FILE - Three of Deepwater Wind's five turbines stand in the water off Block Island, R.I, the nation's first offshore wind farm, Aug. 15, 2016.
FILE - Three of Deepwater Wind's five turbines stand in the water off Block Island, Rhode Island, the US's first offshore wind farm, Aug. 15, 2016.

The Biden administration announced on Tuesday the approval of a plan to build the first U.S. large-scale offshore wind project. The project, off the coast of the northeastern state of Massachusetts, is designed to generate 800 megawatts of power.

A joint statement from the U.S. Interior and Commerce departments said the project, known as Vineyard Wind, will be built about 22 kilometers to the south of Martha's Vineyard and Nantucket islands.  

The administration says the project will create 3,600 jobs and, when completed, will feature up to 84 wind turbines that will provide enough power for 400,000 homes and businesses. Construction is scheduled to begin later this year, with the wind farm possibly becoming operational in 2023.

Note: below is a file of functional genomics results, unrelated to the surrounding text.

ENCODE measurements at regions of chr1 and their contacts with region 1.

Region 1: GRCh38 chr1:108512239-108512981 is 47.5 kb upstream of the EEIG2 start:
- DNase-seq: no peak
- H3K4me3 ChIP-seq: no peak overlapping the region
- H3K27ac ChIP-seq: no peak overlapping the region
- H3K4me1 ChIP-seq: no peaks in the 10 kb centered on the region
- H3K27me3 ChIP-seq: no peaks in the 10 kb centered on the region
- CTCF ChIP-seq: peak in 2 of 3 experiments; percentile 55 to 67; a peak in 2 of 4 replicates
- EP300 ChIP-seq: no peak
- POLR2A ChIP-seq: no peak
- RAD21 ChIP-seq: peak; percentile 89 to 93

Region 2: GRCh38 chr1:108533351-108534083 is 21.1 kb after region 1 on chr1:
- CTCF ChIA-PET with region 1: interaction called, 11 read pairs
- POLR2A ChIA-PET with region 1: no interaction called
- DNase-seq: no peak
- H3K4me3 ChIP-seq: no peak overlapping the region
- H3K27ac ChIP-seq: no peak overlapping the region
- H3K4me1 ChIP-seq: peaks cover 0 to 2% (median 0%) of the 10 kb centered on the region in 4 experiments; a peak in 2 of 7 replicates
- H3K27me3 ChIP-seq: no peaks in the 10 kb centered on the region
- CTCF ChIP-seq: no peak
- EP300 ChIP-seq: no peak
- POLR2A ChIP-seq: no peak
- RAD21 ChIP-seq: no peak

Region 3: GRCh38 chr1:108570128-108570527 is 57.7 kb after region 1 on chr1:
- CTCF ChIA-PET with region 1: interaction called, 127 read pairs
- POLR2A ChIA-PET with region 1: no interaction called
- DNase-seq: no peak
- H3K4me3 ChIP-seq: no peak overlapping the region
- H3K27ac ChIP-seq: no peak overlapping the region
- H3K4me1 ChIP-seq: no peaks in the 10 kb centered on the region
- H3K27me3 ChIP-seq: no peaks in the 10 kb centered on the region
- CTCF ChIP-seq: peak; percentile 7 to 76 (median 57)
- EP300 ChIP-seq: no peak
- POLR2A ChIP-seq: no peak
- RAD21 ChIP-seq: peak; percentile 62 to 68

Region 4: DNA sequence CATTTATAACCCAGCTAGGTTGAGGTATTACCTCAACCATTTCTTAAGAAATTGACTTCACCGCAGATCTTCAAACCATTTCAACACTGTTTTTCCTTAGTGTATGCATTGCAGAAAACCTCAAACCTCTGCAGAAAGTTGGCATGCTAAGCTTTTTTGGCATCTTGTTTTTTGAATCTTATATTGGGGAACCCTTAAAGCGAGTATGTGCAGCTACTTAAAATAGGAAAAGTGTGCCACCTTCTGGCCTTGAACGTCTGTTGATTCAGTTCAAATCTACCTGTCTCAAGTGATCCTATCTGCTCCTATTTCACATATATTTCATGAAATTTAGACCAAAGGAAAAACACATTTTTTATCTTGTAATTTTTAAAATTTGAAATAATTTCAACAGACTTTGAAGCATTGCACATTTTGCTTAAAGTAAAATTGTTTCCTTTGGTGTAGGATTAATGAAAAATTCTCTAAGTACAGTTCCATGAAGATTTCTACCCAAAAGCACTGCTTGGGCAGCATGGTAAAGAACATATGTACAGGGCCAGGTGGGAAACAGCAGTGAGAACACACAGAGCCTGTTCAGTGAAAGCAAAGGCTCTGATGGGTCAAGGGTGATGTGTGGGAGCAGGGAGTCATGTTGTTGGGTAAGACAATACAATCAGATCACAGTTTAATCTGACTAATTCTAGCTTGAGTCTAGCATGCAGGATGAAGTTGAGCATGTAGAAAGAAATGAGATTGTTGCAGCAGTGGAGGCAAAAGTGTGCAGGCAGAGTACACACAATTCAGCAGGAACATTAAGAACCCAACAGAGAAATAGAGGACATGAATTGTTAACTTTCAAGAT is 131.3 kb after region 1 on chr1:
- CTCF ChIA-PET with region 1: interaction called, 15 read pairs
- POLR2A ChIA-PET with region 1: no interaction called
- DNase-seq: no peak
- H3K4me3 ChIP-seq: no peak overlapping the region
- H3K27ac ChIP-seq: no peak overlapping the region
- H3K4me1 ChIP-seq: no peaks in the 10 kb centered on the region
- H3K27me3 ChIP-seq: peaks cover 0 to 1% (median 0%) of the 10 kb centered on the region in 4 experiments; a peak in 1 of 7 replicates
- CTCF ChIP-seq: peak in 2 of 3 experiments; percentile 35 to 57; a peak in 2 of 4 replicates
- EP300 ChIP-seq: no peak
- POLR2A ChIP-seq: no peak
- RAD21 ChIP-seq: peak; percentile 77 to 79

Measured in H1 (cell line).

In a statement, U.S. Commerce Secretary Gina Raimondo said the project "demonstrates that we can fight the climate crisis, while creating high-paying jobs and strengthening our competitiveness at home and abroad."  

Environmental groups and clean power advocates are applauding the announcement, and the project will help the administration meet its goal of generating 30 gigawatts of energy from offshore wind by 2030.

But some commercial fishing groups on the U.S. East Coast have argued that offshore wind farms could make it difficult to harvest seafood such as fish, scallops and lobsters. Others have complained wind farms block ocean views.  

The Associated Press reports an earlier wind project proposed for the area, Cape Wind, had been scrapped after widespread opposition saying it would have been too close to shore.